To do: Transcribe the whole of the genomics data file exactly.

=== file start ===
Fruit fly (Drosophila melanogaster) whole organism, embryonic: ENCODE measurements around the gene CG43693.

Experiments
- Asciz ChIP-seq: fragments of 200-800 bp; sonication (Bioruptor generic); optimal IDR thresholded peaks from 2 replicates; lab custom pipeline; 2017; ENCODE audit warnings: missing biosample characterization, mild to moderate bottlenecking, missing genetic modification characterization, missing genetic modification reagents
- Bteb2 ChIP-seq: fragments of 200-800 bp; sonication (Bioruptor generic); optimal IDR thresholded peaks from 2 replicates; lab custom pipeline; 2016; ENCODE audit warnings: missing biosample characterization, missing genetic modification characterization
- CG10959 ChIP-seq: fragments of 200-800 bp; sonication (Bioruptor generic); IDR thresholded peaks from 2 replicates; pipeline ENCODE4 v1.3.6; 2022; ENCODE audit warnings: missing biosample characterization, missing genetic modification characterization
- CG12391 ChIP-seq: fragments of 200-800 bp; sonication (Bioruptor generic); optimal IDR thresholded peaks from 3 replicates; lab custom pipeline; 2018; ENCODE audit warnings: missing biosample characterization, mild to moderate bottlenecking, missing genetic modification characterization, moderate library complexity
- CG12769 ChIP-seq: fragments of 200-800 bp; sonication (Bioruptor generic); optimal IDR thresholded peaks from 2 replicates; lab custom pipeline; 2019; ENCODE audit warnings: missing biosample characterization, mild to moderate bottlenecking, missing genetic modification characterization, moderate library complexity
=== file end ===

Fruit fly (Drosophila melanogaster) whole organism, embryonic: ENCODE measurements around the gene CG43693.

Experiments
- Asciz ChIP-seq: fragments of 200-800 bp; sonication (Bioruptor generic); optimal IDR thresholded peaks from 2 replicates; lab custom pipeline; 2017; ENCODE audit warnings: missing biosample characterization, mild to moderate bottlenecking, missing genetic modification characterization, missing genetic modification reagents
- Bteb2 ChIP-seq: fragments of 200-800 bp; sonication (Bioruptor generic); optimal IDR thresholded peaks from 2 replicates; lab custom pipeline; 2016; ENCODE audit warnings: missing biosample characterization, missing genetic modification characterization
- CG10959 ChIP-seq: fragments of 200-800 bp; sonication (Bioruptor generic); IDR thresholded peaks from 2 replicates; pipeline ENCODE4 v1.3.6; 2022; ENCODE audit warnings: missing biosample characterization, missing genetic modification characterization
- CG12391 ChIP-seq: fragments of 200-800 bp; sonication (Bioruptor generic); optimal IDR thresholded peaks from 3 replicates; lab custom pipeline; 2018; ENCODE audit warnings: missing biosample characterization, mild to moderate bottlenecking, missing genetic modification characterization, moderate library complexity
- CG12769 ChIP-seq: fragments of 200-800 bp; sonication (Bioruptor generic); optimal IDR thresholded peaks from 2 replicates; lab custom pipeline; 2019; ENCODE audit warnings: missing biosample characterization, mild to moderate bottlenecking, missing genetic modification characterization, moderate library complexity